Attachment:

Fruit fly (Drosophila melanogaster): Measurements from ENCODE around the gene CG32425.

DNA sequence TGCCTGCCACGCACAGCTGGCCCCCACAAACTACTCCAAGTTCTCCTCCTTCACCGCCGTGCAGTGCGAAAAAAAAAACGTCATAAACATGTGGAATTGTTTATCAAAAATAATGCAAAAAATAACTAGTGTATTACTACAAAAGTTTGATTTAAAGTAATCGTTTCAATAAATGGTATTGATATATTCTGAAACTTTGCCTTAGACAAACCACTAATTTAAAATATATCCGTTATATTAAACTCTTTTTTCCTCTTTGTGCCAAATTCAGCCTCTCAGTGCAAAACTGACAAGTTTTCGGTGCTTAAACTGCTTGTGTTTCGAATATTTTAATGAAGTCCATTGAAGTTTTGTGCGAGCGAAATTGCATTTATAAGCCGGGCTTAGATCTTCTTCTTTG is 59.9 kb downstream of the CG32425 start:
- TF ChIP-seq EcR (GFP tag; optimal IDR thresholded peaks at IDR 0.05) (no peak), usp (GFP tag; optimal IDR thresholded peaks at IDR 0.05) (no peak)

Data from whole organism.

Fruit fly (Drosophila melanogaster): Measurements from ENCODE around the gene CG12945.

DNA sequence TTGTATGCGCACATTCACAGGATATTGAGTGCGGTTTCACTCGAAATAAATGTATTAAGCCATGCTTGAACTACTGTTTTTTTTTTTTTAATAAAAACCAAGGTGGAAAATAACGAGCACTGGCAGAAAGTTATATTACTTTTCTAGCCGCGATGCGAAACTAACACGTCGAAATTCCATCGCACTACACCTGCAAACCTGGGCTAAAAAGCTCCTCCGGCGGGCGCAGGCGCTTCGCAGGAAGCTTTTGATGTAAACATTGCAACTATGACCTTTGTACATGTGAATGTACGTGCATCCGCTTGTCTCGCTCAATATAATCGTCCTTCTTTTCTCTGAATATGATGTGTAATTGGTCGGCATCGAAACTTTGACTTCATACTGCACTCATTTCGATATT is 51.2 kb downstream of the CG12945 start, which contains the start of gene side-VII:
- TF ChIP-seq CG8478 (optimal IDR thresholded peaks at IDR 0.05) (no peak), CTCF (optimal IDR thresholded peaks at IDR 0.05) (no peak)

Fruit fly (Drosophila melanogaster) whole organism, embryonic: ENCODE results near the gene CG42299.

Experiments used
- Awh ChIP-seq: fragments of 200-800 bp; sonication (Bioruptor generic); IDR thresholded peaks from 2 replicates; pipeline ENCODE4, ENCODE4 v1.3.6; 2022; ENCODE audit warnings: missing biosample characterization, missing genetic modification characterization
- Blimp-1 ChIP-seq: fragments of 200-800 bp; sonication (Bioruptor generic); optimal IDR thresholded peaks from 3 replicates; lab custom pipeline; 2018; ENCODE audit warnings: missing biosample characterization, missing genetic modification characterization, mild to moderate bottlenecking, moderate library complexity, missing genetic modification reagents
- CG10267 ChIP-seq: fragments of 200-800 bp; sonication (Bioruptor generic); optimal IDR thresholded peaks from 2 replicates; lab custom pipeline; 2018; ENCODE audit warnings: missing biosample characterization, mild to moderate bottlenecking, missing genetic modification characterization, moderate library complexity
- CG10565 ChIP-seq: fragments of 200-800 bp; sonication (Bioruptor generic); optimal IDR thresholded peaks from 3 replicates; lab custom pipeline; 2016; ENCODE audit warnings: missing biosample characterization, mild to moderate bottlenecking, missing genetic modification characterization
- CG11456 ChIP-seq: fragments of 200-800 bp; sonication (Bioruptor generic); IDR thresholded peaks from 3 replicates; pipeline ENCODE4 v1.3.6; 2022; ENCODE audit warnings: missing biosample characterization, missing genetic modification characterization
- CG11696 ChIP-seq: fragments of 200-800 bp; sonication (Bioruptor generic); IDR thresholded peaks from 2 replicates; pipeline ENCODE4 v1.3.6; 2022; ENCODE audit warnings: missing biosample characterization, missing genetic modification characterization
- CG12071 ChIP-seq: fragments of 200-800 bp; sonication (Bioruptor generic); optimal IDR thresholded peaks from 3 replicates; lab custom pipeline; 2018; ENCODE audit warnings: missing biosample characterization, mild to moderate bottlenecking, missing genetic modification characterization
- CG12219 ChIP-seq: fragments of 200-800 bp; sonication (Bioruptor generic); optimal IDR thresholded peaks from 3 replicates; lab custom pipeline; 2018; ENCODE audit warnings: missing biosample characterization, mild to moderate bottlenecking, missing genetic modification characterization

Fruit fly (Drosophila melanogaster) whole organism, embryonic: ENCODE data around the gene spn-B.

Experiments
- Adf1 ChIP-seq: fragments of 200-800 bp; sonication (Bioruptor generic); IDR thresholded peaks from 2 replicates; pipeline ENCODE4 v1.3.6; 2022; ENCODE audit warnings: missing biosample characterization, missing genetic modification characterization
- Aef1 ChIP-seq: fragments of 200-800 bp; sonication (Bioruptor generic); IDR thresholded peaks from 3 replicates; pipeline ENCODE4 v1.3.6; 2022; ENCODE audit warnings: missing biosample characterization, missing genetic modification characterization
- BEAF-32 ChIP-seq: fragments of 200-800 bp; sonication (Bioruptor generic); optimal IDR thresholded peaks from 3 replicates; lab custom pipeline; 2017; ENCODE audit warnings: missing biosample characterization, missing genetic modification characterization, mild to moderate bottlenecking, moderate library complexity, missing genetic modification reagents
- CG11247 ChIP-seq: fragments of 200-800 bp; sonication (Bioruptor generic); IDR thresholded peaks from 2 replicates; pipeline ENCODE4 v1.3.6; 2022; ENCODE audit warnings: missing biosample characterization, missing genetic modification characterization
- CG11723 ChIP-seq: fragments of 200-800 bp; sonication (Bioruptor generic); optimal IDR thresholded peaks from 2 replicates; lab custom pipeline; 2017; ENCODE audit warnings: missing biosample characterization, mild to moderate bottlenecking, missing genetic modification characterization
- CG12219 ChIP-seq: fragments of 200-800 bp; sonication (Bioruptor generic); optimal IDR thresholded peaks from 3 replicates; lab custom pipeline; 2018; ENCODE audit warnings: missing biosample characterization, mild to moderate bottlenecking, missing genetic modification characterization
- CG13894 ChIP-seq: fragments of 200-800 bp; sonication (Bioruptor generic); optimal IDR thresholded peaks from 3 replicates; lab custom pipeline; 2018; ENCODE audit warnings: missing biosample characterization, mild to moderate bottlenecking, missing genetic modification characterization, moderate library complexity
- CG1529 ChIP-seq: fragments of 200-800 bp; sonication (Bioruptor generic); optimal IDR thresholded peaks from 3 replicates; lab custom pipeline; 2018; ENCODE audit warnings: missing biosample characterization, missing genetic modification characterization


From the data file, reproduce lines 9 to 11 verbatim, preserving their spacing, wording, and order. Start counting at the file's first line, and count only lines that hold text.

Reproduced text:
Experiments used
- Awh ChIP-seq: fragments of 200-800 bp; sonication (Bioruptor generic); IDR thresholded peaks from 2 replicates; pipeline ENCODE4, ENCODE4 v1.3.6; 2022; ENCODE audit warnings: missing biosample characterization, missing genetic modification characterization
- Blimp-1 ChIP-seq: fragments of 200-800 bp; sonication (Bioruptor generic); optimal IDR thresholded peaks from 3 replicates; lab custom pipeline; 2018; ENCODE audit warnings: missing biosample characterization, missing genetic modification characterization, mild to moderate bottlenecking, moderate library complexity, missing genetic modification reagents